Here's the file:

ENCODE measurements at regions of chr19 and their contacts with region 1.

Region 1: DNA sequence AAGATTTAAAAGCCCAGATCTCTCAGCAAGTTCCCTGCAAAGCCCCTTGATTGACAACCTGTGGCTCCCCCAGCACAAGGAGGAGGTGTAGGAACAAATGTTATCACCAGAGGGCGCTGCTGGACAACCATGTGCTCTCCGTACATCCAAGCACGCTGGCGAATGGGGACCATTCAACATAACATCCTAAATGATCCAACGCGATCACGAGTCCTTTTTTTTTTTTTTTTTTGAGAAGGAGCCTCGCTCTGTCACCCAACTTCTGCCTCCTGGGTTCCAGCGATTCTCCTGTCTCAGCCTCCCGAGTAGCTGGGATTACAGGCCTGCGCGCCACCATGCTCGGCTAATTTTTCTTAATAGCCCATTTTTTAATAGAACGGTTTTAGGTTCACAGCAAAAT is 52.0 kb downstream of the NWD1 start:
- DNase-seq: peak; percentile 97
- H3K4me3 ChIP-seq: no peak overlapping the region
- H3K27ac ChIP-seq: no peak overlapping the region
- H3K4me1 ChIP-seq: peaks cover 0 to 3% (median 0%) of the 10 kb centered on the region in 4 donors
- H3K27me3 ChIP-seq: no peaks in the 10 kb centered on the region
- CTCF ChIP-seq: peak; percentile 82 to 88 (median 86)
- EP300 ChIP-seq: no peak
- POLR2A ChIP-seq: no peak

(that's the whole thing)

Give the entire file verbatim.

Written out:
ENCODE measurements at regions of chr19 and their contacts with region 1.

Region 1: DNA sequence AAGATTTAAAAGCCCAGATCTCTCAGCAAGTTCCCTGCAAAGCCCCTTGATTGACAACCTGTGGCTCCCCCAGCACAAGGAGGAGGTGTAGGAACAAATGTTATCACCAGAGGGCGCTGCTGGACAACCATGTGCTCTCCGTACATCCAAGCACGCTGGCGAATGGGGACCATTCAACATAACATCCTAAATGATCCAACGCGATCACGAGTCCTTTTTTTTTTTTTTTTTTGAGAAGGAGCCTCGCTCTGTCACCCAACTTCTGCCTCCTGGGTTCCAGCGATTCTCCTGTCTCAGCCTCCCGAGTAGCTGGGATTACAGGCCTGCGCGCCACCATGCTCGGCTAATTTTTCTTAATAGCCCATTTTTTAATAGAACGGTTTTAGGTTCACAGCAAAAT is 52.0 kb downstream of the NWD1 start:
- DNase-seq: peak; percentile 97
- H3K4me3 ChIP-seq: no peak overlapping the region
- H3K27ac ChIP-seq: no peak overlapping the region
- H3K4me1 ChIP-seq: peaks cover 0 to 3% (median 0%) of the 10 kb centered on the region in 4 donors
- H3K27me3 ChIP-seq: no peaks in the 10 kb centered on the region
- CTCF ChIP-seq: peak; percentile 82 to 88 (median 86)
- EP300 ChIP-seq: no peak
- POLR2A ChIP-seq: no peak